String gauge vs. lower action ?

Discussion in 'Strings [BG]' started by jnewmark, Jun 6, 2019.

  1. jnewmark

    jnewmark Just wanna play the groove. Supporting Member

    Aug 31, 2006
    Stax 1966
    Third St. Cigar Records staff musician.
    If this has been discussed before, or if I'm in the wrong forum for this discussion, please point me in the right direction. I'm pretty much an Amps Forum dweller, and never stray too far ! Anyways, I'm wondering if string gauge has any effect on how low you can get the action, specifically beyond the 5th fret, or is it more of a neck - bridge adjustment process to get lower action in this area, or a combination of both ? I find myself playing more up the neck these days, both live and in the studio, and noticed that the gap between string and fretboard is, what I would call high, compared to what it is below the 5th fret on my 4 string, Fender Jazz basses. Just for reference, I use Fender Nickel-plated steel roundwounds, .45 - .105 strings.
     
    Last edited: Jun 6, 2019
  2. There are two basic things to consider when choosing strings for optimal setup and playablility: 1) Gauge selection, and 2) Stiffness/flexibility of the strings.

    1) When dealing with exactly the same strings (brand/type), the general rule is the bigger the size, stiffer they are. If you want a lower action without buzzing issues, one way to do it is to go up in size if you want to stick with the same strings.

    2) Stiffness/flexibility deals with how a specific string is constructed. Strings with a round core are generally more flexible than similar-sized strings with a hex core. For example, DR Lo-Riders 45-105 (hex core) are "stiffer (less flexible)" than DR Sunbeams (round core, 45-105), meaning the LRs can be set up with a lower action than the SB. The actual size of the core wire is also an important consideration. As an example, the GHS Boomers 45-105 (large hex core) are stiffer than the Dunlop Super Bright 45-105 (small hex core), meaning the Boomers can be set up with a lower action than the Super Brights before they start to buzz.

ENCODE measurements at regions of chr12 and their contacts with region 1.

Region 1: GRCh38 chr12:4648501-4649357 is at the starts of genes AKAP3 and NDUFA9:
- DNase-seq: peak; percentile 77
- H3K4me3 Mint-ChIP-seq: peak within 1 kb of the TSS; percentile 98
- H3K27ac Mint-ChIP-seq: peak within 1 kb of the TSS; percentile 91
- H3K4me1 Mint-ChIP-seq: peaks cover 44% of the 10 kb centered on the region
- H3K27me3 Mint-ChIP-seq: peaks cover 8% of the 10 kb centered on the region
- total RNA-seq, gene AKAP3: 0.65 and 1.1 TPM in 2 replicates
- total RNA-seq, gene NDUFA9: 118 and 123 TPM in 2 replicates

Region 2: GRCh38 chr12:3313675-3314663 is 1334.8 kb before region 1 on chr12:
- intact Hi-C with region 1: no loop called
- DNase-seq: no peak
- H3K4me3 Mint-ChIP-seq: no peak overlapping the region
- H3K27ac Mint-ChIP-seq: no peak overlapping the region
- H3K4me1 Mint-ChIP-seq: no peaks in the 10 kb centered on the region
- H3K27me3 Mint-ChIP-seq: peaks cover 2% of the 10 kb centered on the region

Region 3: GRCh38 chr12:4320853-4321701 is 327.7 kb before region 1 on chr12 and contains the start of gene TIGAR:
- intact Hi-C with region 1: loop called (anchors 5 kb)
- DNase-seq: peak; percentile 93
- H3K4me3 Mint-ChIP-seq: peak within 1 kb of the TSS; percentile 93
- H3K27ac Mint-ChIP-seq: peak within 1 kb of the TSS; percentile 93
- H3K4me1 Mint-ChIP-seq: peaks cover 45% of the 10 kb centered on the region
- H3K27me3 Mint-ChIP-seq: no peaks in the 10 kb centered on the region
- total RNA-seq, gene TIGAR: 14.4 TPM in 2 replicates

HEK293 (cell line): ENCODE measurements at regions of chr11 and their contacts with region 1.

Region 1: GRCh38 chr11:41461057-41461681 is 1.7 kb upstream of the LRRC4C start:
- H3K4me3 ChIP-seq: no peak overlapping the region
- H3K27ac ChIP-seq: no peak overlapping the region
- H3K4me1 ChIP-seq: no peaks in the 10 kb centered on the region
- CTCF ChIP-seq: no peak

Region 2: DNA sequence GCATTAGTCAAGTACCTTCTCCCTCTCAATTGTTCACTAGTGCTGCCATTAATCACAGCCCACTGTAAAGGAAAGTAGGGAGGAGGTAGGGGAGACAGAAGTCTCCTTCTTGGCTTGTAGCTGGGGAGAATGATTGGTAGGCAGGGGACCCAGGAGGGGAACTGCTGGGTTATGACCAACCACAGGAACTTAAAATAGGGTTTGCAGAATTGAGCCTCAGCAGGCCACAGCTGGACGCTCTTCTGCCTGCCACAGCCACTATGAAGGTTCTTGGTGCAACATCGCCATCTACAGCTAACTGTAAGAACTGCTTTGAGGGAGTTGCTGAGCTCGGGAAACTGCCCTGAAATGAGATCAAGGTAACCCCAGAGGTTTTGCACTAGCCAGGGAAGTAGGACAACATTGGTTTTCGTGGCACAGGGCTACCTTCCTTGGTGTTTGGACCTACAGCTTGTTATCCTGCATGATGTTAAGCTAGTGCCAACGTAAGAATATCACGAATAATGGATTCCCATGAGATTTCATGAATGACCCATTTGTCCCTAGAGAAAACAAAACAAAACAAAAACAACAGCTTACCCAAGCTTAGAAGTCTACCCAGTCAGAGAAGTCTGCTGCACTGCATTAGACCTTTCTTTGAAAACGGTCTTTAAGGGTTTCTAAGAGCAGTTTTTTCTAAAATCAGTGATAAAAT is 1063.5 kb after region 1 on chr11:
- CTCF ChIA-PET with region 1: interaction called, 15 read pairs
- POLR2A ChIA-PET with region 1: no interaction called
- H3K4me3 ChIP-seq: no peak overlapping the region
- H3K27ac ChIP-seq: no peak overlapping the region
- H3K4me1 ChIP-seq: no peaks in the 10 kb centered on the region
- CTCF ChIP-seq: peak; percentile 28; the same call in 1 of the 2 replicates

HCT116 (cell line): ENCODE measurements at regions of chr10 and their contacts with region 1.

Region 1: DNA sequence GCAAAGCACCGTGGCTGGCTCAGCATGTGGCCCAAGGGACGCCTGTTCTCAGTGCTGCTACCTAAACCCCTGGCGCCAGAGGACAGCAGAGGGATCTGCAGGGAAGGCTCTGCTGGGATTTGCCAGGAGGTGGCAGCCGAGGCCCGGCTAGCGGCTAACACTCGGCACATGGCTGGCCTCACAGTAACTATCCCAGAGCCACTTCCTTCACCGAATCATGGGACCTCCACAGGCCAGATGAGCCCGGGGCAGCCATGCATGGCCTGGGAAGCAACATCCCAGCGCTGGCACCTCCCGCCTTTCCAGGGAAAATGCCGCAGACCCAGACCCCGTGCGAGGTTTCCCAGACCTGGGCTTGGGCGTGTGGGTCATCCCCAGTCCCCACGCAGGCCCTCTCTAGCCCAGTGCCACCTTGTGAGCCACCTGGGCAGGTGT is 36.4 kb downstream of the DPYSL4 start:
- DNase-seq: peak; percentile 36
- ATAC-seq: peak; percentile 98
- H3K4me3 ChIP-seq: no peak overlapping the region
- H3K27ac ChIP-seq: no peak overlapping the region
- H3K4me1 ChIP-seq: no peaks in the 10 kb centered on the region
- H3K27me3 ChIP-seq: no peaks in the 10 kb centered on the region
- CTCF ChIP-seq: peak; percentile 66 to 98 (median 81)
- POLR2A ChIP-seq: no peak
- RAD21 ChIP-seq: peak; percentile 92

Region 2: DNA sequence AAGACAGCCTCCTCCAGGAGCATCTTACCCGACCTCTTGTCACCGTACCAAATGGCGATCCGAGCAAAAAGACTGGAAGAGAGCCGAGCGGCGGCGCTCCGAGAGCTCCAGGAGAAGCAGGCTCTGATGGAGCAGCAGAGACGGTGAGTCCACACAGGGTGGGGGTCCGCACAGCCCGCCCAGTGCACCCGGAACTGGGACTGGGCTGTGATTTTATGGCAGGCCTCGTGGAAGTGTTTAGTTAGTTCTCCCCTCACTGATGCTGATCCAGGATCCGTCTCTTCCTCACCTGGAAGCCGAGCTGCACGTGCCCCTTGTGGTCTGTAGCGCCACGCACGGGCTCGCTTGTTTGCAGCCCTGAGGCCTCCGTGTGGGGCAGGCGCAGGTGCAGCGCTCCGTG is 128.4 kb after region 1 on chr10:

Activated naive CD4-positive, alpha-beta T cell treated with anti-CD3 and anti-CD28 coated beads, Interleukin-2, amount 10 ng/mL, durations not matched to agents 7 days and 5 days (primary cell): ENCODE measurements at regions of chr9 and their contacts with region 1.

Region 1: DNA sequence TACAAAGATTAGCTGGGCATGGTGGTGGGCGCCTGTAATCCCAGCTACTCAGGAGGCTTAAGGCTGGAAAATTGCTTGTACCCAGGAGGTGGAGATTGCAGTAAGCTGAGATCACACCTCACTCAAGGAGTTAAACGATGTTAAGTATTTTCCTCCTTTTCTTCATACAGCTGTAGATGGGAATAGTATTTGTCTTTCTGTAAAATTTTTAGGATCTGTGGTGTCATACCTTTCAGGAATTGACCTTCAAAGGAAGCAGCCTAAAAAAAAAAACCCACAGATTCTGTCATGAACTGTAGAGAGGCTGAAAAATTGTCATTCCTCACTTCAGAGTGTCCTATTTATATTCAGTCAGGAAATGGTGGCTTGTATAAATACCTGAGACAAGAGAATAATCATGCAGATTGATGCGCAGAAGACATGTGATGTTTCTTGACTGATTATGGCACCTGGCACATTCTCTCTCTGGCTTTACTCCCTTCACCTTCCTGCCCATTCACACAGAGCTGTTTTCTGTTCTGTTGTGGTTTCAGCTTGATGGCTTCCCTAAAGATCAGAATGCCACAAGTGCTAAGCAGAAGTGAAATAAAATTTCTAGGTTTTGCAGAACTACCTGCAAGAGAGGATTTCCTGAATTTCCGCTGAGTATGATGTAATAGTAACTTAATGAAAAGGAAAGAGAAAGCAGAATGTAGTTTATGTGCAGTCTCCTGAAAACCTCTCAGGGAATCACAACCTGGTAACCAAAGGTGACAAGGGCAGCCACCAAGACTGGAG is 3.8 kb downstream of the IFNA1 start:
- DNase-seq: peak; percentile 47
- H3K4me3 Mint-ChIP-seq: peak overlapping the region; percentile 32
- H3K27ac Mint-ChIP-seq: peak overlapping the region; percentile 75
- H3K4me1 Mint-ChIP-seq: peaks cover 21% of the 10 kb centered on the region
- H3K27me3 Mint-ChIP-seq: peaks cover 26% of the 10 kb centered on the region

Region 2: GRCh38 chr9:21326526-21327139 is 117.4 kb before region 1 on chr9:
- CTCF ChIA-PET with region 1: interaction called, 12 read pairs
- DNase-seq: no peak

Of course, flexible strings can be set up with a low action, but it may require an adjustment in playing technique (ie a lighter touch).

    My question to you is what specific strings are you using right now?
     
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  3. jnewmark

    jnewmark Just wanna play the groove. Supporting Member

    Aug 31, 2006
    Stax 1966
    Third St. Cigar Records staff musician.
    Thanks. As I stated in my OP, Fender Nickel Rounds, 45-105 gauge. I would like to stick to the fenders, but, that gauge is ideal for me and my playing style, ( finger funk ), and comfort zone. If anything, I would want to go to a lighter gauge than heavier, ideally.
     
  4. I had a moment of brain freeze when I missed the info on your current strings. :D If you want to stick with the same strings, that's fine.

    Fender 7250 45-105 are hex core and stiff enough for a relatively low action if you want to experiment.
    Make sure to set the relief amount to where it should be first by tweaking the truss rod, then and only then, try lowering the action by adjusting the saddle heights; don't try to adjust the action simply by tweaking the truss rod.
     
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  5. James Collins

    James Collins Guest

    Mar 25, 2017
    Getting lower action is a matter of making sure the frets are level, the nut is properly setup, the neck relief is adjusted, and the bridge saddle heights are correct.

    The string action is higher near the heel than the nut, always.
     
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  6. ixlramp

    ixlramp Guest

    Jan 25, 2005
    Yes, larger gauges have higher tension, which reduces the sideways movement of the string (less floppy), which enables lower action.
    Larger gauges of a particular string construction are also inherently stiffer, which also reduces the sideways movement of the string.

    Because you don't want to increase gauge, the only other way to lower action is to use a string type with a stiffer construction, such as flatwound.
     
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